Turkey is Drawn into the Vortex; Sends Tanks to Iraq Border

31 de may de 2007

Turkey is Drawn into the Vortex; Sends Tanks to Iraq Border

May 31, 2007 (LPAC)--Turkey has been beefing up its military forces on the Iraqi border, according to the Turkish Daily News and other wires. Yesterday it sent twenty tanks loaded on trucks from the army barracks in Mardin, near Syria, as well as APCs, towards the Iraq border in southeast Turkey. This is an area where Turkey has been fighting Kurdish PKK guerrillas. Iraq-based Kurdish leader Mahmoud Barzani protested the possible move across the border. But what can he do? Turkey is being pulled into the quicksand as an intended result of the "Bernard Lewis Plan" being dictated to Vice President Cheney from London.

Pressure for such anti-PKK action has been increasing in Turkey, following an Ankara suicide bombing last week which killed six, followed a day later by a land mine explosion that killed six soldiers.

Turkey has been demanding that US forces in Iraq move against the PKK terrorists. Prime Minister Recep Tayyip Erdogan reiterated this on Tuesday, adding that Turkey would cross the border if necessary: "Our expectation from the United States and Iraq is to scatter and destroy the bases of the terrorist organization in northern Iraq," Erdogan said, according to AP and Al Jazeera . "They either turn them over or send them elsewhere." He added that the technical, military and diplomatic aspects of a possible cross-border incursion were being evaluated. "The target is to achieve results," Erdogan was quoted by TDN . "Our patience has run out. The necessary steps will be taken when needed."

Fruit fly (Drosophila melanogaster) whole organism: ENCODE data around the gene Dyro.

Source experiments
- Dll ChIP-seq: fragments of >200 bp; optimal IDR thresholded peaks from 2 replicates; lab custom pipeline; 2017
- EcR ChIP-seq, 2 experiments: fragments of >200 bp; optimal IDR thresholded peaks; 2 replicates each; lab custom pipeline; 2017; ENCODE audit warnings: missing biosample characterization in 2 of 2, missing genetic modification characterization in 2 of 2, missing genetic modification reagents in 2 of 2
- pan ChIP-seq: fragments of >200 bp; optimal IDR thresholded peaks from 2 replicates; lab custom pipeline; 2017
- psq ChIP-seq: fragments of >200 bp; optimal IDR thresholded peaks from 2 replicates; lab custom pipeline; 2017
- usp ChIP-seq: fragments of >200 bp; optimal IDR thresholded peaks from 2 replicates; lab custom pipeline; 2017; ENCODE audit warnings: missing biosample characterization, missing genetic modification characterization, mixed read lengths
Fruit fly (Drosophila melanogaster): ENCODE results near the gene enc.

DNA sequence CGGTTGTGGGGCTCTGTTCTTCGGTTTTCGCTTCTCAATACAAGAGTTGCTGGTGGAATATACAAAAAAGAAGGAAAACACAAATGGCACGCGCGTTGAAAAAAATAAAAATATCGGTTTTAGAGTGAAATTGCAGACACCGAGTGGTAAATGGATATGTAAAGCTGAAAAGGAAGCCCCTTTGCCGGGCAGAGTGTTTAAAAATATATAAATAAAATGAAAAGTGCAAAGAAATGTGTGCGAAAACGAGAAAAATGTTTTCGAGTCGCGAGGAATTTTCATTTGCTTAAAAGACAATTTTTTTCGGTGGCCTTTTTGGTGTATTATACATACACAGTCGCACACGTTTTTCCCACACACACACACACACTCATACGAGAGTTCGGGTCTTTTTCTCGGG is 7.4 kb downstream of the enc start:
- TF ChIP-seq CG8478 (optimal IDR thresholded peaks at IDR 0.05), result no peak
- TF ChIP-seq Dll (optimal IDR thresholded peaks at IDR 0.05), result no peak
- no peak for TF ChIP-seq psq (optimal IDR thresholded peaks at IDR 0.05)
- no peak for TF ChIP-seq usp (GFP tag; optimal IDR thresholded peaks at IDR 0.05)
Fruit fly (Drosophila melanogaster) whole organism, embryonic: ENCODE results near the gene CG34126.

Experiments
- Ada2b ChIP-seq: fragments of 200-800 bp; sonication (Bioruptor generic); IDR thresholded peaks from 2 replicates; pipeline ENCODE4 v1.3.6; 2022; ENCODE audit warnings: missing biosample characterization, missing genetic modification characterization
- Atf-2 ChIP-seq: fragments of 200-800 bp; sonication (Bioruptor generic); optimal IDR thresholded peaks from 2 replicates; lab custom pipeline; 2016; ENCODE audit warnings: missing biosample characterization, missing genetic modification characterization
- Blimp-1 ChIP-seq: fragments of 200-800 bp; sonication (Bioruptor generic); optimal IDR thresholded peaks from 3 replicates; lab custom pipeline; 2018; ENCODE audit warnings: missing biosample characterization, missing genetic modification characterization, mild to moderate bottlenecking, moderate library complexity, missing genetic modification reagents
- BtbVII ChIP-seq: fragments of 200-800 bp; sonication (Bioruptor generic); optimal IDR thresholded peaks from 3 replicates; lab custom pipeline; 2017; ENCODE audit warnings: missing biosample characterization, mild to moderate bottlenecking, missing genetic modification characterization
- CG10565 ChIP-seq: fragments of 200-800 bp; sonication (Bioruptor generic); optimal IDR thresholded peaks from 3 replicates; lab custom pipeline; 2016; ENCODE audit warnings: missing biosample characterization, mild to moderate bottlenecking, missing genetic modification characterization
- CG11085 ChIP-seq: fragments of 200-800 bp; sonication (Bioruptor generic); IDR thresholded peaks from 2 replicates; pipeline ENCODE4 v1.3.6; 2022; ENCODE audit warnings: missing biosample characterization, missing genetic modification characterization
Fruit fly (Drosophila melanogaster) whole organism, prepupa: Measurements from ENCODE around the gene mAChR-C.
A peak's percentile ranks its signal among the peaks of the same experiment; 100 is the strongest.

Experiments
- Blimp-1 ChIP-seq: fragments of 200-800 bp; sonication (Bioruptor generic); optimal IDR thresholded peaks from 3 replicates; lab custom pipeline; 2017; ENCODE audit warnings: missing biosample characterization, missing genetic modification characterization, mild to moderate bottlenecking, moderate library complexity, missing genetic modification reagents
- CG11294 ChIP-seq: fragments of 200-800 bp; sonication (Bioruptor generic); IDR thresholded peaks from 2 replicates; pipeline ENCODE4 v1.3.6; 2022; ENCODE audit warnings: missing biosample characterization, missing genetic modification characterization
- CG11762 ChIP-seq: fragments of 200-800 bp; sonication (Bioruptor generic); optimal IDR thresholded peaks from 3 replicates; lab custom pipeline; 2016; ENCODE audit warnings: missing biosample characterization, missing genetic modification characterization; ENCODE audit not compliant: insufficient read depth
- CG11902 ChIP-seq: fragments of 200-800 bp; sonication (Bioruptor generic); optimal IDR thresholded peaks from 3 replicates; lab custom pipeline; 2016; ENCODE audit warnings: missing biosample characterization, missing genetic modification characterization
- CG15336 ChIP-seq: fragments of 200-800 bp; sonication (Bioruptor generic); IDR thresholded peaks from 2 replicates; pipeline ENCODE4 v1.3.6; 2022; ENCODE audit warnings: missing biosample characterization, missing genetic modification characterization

Turkey's special envoy to Iraq, Oguz Celikkol, visiting Iraq to discuss Turkish demands, told CNN-Turk yesterday: "The PKK must be eliminated as a problem between Iraq and Turkey." Asked whether Turkey could take unilateral action, Celikkol said: "Our expectation is that this issue will be resolved before it comes to that point." According to Turkish military estimates, 3,800 PKK fighters are now based across the border in Iraq, and up to 2,300 operate inside Turkey.

But under orders from Cheney in Washington, the U.S. military command has made a mockery of Turkey's demands, by turning over the security of the three northern provinces that border Syria, Iran and Turkey, to local Iraqi authorities.

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